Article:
wherein the control device is configured to provide an onboard diagnostics signal in response to a temperature differential sensed by the two temperature sensors exceeding a defined threshold.
Description
BACKGROUND OF THE INVENTION

The present disclosure relates generally to exhaust systems, and particularly to an apparatus for sensing particulates in a gas flow stream of a diesel exhaust system.

Diesel exhaust systems typically employ a diesel particulate filter (DPF) to trap soot before the exhaust gases are exhausted to the environment. However, in the event that a DPF becomes cracked or otherwise damaged, some of the soot in the exhaust gas may find its way to the environment. In an effort to improve the containment of soot in diesel exhaust systems, it is desirable to know if and when undesirable soot is passing through the DPF. Some methods for sensing such a condition have employed pressure sensors, but these techniques may not be sensitive enough to meet more stringent environmental regulations.

Accordingly, there is a need in the art for a particulate sensor that overcomes these drawbacks.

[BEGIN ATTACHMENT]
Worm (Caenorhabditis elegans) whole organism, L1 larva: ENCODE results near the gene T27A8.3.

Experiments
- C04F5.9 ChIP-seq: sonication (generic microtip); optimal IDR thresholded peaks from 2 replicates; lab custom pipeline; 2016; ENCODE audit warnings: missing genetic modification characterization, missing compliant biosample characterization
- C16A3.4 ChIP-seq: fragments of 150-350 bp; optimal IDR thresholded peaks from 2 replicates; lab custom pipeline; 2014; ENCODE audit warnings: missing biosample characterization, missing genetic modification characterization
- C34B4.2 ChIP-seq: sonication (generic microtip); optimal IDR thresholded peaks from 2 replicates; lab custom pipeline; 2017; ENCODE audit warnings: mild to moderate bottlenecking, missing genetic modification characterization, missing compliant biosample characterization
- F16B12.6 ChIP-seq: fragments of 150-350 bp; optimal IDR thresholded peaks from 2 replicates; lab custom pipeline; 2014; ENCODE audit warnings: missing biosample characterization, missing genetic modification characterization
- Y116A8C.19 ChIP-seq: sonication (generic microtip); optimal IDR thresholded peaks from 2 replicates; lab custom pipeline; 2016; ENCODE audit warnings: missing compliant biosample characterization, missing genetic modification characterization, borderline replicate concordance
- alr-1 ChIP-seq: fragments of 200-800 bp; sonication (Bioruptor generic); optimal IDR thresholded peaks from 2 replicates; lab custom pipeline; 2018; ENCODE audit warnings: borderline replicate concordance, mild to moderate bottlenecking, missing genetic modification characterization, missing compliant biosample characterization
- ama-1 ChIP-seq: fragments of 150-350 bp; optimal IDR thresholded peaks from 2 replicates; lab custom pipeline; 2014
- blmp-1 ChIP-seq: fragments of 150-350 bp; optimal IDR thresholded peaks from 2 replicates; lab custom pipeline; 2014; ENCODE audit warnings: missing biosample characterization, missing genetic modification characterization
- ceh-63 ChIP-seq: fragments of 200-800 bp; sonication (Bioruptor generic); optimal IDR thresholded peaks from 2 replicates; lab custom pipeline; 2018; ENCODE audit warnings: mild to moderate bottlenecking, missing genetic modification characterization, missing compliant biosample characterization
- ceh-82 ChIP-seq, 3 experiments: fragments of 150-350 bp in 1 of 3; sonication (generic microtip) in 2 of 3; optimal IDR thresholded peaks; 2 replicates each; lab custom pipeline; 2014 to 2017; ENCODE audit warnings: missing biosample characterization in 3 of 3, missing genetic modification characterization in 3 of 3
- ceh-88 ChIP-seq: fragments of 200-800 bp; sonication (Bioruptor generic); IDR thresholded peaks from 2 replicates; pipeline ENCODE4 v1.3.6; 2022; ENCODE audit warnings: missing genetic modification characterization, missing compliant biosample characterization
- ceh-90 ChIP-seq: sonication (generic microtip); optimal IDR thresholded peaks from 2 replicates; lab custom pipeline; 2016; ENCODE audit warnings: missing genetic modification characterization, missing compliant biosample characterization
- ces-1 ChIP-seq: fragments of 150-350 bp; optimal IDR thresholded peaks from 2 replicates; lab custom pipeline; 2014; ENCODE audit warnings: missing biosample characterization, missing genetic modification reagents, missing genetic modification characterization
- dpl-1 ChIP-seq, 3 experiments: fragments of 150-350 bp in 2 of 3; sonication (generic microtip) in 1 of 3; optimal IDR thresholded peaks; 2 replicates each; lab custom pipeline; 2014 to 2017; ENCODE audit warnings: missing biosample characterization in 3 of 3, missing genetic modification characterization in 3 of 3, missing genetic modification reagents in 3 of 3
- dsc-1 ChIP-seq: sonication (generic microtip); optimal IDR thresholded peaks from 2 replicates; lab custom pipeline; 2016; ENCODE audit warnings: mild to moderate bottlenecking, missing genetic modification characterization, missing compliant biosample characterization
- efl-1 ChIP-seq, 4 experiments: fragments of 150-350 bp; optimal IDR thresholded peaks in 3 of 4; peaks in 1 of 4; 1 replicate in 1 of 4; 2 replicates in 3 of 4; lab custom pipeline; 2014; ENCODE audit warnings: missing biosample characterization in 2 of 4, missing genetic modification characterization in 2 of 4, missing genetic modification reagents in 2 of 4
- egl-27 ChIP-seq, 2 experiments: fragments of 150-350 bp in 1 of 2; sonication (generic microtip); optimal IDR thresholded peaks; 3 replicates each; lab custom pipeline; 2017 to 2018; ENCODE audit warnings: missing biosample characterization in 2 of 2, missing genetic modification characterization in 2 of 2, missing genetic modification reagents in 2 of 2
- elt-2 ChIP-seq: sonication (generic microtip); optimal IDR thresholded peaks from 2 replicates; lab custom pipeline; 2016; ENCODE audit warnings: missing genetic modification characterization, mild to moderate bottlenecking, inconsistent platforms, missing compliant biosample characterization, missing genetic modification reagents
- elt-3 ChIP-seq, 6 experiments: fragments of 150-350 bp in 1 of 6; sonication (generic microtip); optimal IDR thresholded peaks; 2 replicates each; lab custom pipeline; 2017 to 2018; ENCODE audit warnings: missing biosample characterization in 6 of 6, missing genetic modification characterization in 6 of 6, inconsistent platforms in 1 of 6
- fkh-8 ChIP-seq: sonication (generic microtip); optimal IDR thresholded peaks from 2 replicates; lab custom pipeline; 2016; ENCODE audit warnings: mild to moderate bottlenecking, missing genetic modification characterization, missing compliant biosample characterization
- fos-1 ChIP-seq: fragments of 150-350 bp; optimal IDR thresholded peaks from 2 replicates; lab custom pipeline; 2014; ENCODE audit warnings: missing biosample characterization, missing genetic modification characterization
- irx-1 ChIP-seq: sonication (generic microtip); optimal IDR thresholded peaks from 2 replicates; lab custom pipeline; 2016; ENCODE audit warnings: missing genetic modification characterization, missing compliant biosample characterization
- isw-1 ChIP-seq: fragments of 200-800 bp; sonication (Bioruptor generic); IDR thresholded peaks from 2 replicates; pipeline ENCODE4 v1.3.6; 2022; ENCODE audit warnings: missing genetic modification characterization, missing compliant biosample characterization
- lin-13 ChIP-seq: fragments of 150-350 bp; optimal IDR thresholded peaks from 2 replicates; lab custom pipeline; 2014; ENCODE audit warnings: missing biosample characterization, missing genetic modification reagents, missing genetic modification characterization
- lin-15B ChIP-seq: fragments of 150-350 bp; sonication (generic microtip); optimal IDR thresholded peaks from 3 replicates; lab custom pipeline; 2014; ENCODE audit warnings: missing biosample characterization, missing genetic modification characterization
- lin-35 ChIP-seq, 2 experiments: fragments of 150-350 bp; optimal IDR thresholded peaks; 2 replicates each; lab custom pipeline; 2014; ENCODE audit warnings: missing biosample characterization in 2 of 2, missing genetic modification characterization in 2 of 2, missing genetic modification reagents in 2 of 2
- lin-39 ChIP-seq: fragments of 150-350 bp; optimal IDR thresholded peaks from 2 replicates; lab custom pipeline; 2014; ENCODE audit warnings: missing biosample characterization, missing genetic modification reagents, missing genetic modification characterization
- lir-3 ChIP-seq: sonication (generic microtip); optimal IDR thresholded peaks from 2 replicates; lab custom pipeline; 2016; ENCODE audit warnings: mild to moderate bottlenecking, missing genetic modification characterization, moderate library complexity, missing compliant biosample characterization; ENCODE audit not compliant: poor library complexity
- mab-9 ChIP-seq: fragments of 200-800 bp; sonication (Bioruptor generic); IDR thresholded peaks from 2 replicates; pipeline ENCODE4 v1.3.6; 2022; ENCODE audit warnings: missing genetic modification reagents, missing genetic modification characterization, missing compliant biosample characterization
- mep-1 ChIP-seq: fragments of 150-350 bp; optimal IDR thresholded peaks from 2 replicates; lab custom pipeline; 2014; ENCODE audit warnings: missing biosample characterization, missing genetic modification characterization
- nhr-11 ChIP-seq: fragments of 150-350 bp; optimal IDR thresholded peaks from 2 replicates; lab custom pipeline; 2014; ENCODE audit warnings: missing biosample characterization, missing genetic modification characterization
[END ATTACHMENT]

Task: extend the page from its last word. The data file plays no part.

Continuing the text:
BRIEF DESCRIPTION OF THE INVENTION

An embodiment of the invention includes a particulate sensor for sensing the presence of particulates in a gas flow stream. The particulate sensor includes a housing having a flow divider to provide a first flow path and a second flow path. A heater is disposed and configured to provide uniform heating of the two flow paths. A first temperature sensor is disposed in the first flow path downstream of the heater. A second temperature sensor is disposed in the second flow path downstream of the heater. A fine filter is disposed within the second flow path and is configured to trap carbonaceous particulates.

Another embodiment of the invention includes an exhaust system for a diesel powered vehicle. The exhaust system includes a diesel particulate filter (DPF) disposed to receive diesel exhaust, a particulate sensor disposed downstream of the DPF, and a control device disposed in signal communication with the particulate sensor. The particulate sensor is configured as set forth above. The control device is configured to provide an onboard diagnostics signal in response to a temperature differential sensed by the two temperature sensors exceeding a defined threshold.

BRIEF DESCRIPTION OF THE DRAWINGS